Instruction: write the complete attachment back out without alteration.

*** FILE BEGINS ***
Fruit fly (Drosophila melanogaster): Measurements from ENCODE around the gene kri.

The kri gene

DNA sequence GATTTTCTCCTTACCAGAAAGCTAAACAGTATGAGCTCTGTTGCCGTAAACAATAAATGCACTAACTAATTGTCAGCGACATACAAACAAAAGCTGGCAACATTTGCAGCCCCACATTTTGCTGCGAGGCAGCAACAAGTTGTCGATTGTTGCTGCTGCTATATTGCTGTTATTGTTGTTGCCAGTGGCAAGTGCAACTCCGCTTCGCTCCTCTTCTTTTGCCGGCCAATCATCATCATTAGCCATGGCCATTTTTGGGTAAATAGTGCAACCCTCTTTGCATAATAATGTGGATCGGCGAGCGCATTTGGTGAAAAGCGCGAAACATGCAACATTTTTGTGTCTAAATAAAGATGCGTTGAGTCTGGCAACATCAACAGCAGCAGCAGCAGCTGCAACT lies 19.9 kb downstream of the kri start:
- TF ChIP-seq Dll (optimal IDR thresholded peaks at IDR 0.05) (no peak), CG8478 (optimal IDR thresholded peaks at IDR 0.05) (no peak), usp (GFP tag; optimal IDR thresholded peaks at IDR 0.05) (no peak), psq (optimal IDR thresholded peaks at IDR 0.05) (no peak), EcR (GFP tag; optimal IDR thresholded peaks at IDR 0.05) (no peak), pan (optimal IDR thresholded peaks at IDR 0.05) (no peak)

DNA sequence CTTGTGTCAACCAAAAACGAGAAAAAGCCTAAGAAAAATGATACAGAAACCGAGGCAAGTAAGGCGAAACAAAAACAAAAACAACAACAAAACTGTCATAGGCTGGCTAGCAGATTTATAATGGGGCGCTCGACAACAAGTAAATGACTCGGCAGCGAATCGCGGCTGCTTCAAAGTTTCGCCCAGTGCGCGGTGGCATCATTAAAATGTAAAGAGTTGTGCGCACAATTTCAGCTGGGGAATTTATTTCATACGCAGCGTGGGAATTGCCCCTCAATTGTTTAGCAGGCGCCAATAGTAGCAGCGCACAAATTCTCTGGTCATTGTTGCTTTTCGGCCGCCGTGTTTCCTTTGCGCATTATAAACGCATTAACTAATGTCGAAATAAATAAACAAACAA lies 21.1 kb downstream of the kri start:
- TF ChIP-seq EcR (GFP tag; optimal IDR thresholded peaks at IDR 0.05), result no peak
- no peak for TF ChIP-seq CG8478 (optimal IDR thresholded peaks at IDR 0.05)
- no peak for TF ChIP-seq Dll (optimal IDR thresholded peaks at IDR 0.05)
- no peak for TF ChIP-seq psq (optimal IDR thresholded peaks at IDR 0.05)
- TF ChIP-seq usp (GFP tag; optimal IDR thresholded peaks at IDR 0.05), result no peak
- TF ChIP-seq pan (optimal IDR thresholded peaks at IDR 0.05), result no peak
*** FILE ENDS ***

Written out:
Fruit fly (Drosophila melanogaster): Measurements from ENCODE around the gene kri.

The kri gene

DNA sequence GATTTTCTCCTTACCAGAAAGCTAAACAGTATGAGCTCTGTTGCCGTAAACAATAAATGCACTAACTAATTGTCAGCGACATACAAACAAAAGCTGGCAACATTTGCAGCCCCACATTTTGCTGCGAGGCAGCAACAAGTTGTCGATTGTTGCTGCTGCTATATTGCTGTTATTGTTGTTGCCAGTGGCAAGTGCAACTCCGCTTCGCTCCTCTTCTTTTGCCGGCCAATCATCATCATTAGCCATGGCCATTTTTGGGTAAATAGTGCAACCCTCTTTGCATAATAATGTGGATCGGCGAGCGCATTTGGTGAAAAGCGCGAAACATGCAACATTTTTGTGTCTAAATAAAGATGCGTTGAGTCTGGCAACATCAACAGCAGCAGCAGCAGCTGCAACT lies 19.9 kb downstream of the kri start:
- TF ChIP-seq Dll (optimal IDR thresholded peaks at IDR 0.05) (no peak), CG8478 (optimal IDR thresholded peaks at IDR 0.05) (no peak), usp (GFP tag; optimal IDR thresholded peaks at IDR 0.05) (no peak), psq (optimal IDR thresholded peaks at IDR 0.05) (no peak), EcR (GFP tag; optimal IDR thresholded peaks at IDR 0.05) (no peak), pan (optimal IDR thresholded peaks at IDR 0.05) (no peak)

DNA sequence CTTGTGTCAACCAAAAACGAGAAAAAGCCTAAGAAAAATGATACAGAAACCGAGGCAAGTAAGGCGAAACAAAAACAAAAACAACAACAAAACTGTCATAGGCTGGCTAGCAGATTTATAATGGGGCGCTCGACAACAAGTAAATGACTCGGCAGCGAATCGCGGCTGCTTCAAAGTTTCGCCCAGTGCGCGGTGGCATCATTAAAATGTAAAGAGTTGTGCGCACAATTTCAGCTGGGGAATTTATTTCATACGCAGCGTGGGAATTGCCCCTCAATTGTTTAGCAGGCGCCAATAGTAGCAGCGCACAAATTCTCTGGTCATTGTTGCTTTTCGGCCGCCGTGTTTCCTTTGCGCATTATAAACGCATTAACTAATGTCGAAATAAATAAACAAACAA lies 21.1 kb downstream of the kri start:
- TF ChIP-seq EcR (GFP tag; optimal IDR thresholded peaks at IDR 0.05), result no peak
- no peak for TF ChIP-seq CG8478 (optimal IDR thresholded peaks at IDR 0.05)
- no peak for TF ChIP-seq Dll (optimal IDR thresholded peaks at IDR 0.05)
- no peak for TF ChIP-seq psq (optimal IDR thresholded peaks at IDR 0.05)
- TF ChIP-seq usp (GFP tag; optimal IDR thresholded peaks at IDR 0.05), result no peak
- TF ChIP-seq pan (optimal IDR thresholded peaks at IDR 0.05), result no peak